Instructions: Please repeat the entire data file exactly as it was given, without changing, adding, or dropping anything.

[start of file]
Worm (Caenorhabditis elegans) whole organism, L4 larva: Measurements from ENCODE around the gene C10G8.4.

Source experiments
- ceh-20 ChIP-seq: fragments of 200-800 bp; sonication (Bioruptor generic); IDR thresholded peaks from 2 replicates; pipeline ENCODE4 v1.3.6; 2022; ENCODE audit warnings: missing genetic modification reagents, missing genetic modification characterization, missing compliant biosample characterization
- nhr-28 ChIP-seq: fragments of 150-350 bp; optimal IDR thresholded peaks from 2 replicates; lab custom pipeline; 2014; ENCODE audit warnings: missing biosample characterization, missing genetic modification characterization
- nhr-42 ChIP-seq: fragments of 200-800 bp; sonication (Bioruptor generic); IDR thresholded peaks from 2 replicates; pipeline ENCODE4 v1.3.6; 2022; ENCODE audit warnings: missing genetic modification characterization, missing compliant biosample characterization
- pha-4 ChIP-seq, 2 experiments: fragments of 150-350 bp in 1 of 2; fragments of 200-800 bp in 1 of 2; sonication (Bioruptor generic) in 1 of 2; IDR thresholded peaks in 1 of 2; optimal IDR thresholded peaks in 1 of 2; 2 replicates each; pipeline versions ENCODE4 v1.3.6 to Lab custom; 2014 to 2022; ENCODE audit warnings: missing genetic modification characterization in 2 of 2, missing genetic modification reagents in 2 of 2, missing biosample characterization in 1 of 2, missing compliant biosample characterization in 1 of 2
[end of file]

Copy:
Worm (Caenorhabditis elegans) whole organism, L4 larva: Measurements from ENCODE around the gene C10G8.4.

Source experiments
- ceh-20 ChIP-seq: fragments of 200-800 bp; sonication (Bioruptor generic); IDR thresholded peaks from 2 replicates; pipeline ENCODE4 v1.3.6; 2022; ENCODE audit warnings: missing genetic modification reagents, missing genetic modification characterization, missing compliant biosample characterization
- nhr-28 ChIP-seq: fragments of 150-350 bp; optimal IDR thresholded peaks from 2 replicates; lab custom pipeline; 2014; ENCODE audit warnings: missing biosample characterization, missing genetic modification characterization
- nhr-42 ChIP-seq: fragments of 200-800 bp; sonication (Bioruptor generic); IDR thresholded peaks from 2 replicates; pipeline ENCODE4 v1.3.6; 2022; ENCODE audit warnings: missing genetic modification characterization, missing compliant biosample characterization
- pha-4 ChIP-seq, 2 experiments: fragments of 150-350 bp in 1 of 2; fragments of 200-800 bp in 1 of 2; sonication (Bioruptor generic) in 1 of 2; IDR thresholded peaks in 1 of 2; optimal IDR thresholded peaks in 1 of 2; 2 replicates each; pipeline versions ENCODE4 v1.3.6 to Lab custom; 2014 to 2022; ENCODE audit warnings: missing genetic modification characterization in 2 of 2, missing genetic modification reagents in 2 of 2, missing biosample characterization in 1 of 2, missing compliant biosample characterization in 1 of 2